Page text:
Via kurzgesagt.org

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Creating an original typeface is no easy feat. And one that is animated, engaging and thematically relevant to the concept at hand? You guessed it… tremendously challenging. Madrid-based designer/art director Noelia Lozano has created one such design for a project entitled Curiosity is the Key. Lozano worked in collaboration with The Poool magazine, part of the OFFF Festival 2014, an international festival held in Barcelona every year that attracts offline/online designers, motion designers, thinkers, sound designers, graphic designers, theorists, developers, professionals, students (basically curious creative types). Noelia was given the magazine statement, along with the theme, and off she went: “We hate expectations. We are bigger than reality. We want to dive in what’s behind the real world. Dive deeper with what we want to know without expecting it. The Poool is the place to be, it is your escape, your answer, and the feeling of scratching your itchiness.” In her own words, Lozano explains: “My work is in relation to that which helps me to keep working every day …curiosity.”

Via noelialozano.com

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<p><a href=”http://vimeo.com/95064983″>CURIOSITY IS THE KEY</a> from <a href=”http://vimeo.com/user4948198″>NOELIA LOZANO</a> on <a href=”https://vimeo.com”>Vimeo</a&gt;.</p>

BARBRAIN

When London-based designer Alexander Klement sets a personal design goal, he follows through in a big way. And his Lathe typeface is a shining example. As fellow designers, we understand that typeface design is no easy task. How do you create something fresh and new, when it has been done over and over in so many ways? Klement certainly created something we’ve never seen before. There’s great dimension to his figures, and we love how he explored various textures. Each character also stands quite nicely on its own. In his own words: “I decided not to design a typeface from scratch as there are so many great ones out there I could just add a personal touch to an existing one. I chose Futura as a base typeface for its simple, clean and modern characteristics. I started by creating a base generative extrusion which was applied to each character. Materials were then explored and applied to the characters to give a sense of a real life object.” Well done.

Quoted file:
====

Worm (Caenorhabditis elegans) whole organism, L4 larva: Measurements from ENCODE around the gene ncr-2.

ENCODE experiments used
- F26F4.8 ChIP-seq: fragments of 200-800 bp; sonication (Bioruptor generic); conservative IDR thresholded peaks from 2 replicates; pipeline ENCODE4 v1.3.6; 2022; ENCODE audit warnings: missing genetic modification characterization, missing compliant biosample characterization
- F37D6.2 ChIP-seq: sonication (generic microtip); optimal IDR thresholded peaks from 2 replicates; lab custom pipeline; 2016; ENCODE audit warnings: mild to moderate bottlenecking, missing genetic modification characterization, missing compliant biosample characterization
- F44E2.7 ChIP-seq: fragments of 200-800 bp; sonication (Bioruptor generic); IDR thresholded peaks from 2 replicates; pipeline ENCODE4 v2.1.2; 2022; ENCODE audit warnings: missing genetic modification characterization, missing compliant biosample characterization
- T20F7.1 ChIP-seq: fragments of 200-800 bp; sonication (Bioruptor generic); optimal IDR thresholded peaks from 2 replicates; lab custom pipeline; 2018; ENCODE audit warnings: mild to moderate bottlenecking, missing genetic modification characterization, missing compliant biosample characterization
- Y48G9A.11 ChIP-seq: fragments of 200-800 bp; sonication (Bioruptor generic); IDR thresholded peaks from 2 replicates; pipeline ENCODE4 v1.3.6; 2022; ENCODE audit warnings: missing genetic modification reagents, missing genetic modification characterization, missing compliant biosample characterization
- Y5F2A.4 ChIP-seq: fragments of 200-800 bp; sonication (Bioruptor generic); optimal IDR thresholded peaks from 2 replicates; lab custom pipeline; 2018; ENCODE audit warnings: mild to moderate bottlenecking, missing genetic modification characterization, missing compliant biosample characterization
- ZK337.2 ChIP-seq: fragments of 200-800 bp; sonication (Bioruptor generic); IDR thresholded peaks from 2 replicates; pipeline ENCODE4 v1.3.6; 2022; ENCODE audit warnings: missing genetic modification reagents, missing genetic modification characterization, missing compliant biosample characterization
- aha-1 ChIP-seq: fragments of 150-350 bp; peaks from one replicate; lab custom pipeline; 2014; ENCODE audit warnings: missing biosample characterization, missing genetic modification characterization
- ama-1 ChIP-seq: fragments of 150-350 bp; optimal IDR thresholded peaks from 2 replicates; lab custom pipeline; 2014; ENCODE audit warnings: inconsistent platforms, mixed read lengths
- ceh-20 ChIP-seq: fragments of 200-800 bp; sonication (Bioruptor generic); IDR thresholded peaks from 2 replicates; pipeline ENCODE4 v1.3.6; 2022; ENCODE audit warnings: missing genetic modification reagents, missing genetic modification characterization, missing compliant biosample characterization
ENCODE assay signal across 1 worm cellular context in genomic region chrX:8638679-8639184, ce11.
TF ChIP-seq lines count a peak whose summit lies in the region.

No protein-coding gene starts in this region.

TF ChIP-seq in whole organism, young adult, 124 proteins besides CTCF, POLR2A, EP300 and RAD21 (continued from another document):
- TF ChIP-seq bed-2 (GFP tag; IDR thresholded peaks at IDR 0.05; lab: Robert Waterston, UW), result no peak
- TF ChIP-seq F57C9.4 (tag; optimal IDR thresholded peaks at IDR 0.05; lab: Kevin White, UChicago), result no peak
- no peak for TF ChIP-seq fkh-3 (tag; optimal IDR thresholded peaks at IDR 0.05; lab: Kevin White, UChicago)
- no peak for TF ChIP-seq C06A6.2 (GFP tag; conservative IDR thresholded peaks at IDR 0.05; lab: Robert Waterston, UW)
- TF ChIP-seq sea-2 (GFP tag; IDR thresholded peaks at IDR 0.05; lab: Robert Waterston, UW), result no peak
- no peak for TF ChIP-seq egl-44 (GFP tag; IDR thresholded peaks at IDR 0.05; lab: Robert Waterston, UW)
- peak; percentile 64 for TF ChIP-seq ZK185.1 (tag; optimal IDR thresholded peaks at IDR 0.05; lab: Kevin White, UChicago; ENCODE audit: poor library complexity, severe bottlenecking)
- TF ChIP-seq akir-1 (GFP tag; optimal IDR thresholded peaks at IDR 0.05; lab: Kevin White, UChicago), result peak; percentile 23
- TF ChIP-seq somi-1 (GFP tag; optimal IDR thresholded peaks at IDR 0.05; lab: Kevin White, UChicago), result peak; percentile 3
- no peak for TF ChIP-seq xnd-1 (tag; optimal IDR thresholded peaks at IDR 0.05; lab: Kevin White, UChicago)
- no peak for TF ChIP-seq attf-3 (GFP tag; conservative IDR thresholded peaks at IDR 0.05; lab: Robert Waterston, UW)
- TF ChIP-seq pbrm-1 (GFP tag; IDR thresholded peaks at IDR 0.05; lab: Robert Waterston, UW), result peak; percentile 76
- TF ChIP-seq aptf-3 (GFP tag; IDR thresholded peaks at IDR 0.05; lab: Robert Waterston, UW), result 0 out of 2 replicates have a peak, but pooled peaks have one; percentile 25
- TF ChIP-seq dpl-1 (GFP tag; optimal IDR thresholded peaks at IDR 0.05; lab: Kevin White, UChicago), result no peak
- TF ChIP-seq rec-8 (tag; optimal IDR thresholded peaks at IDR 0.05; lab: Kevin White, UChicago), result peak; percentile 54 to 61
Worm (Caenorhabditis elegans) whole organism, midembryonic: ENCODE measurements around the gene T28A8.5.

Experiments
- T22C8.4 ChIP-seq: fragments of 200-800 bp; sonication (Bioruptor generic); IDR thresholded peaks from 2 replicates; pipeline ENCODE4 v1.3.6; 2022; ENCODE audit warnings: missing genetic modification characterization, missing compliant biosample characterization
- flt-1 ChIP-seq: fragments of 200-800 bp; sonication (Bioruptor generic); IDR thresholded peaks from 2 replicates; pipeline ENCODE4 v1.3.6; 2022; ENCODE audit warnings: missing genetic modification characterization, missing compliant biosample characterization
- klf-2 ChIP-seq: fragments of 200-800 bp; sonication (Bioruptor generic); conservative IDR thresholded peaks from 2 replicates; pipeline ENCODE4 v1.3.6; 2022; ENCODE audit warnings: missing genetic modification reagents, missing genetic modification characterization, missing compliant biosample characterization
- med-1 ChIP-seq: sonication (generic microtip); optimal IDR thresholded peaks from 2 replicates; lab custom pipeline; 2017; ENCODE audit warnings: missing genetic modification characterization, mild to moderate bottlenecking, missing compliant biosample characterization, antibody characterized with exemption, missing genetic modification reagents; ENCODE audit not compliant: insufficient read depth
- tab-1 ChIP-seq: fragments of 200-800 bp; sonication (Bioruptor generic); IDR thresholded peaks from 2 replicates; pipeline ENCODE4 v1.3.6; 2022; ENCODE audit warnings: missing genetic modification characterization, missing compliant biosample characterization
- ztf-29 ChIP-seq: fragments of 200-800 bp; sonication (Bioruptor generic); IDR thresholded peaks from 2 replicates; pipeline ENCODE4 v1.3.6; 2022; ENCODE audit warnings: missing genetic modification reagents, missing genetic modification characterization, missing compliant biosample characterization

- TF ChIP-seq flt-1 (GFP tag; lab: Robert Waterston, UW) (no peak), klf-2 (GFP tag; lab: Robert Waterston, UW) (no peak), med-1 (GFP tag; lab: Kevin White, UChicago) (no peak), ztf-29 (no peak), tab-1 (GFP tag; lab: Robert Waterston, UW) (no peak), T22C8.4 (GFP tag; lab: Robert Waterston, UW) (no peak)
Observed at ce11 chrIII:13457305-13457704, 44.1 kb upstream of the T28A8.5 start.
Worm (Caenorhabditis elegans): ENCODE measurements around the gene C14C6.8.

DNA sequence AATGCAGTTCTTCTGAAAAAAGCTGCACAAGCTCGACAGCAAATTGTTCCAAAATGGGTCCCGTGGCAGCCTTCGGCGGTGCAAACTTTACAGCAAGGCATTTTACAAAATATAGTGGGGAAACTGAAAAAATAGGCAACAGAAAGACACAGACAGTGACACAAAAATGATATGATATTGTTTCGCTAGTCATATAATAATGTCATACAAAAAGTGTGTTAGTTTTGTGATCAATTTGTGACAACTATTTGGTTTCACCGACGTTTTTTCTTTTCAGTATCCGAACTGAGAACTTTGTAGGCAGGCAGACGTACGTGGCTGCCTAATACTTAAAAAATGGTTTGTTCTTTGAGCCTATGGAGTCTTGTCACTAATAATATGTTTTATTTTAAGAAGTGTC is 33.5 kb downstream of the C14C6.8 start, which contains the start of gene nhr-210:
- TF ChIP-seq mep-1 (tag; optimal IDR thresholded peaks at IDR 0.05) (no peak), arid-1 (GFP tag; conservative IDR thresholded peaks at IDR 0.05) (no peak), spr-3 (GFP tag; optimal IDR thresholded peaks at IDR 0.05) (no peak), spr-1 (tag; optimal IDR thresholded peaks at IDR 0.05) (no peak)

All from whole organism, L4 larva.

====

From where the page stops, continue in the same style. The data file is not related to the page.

Via alexanderklement.co.uk

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In honor of the Oscars, which happened just a few days ago, we thought we’d take a look at the stellar nominee posters featured throughout the broadcast. The Mill, visual effects, animation and design studio with offices in London, New York, Los Angeles and Chicago, created these fantastic pieces, along with other elements of the show package, including Nomination and In Memoriam sequences. These posters are really quite beautiful and capture the essence of each film. They work well on their own, as still posters, and even better when sequenced together for the broadcast. Fantastic work! Below are just Best Picture nominees, check out their blog for many more.

Via themillblog.com

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London creative agency Tom Hingston Studio was hired to create a campaign the ninth studio album released by British singer-songwriter Robbie Williams, Take The Crown. We wouldn’t normally take notice of random album art, but the work they’ve done is exceptional. THS literally scanned William’s head, then rendered it in a variety of ways. And the results are fantastic. THS explains, “Generating such a wealth of material meant that we could take a much more playful approach to revealing the campaign imagery – allowing the head to appear and behave differently across the various platforms – be it online, print, Augmented Reality, motion billboards or TV.”

Via hingston.net

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We have a certain fondness for movie posters, and we love this series for its totally fresh take. Italian art director Salvatore Zanfrisco illustrates iconic sound bites from cult movies, using sound waves as the basis… “celebrating the ultimate way to enjoy cinema – by ears.”

Via Tumblr and Bahance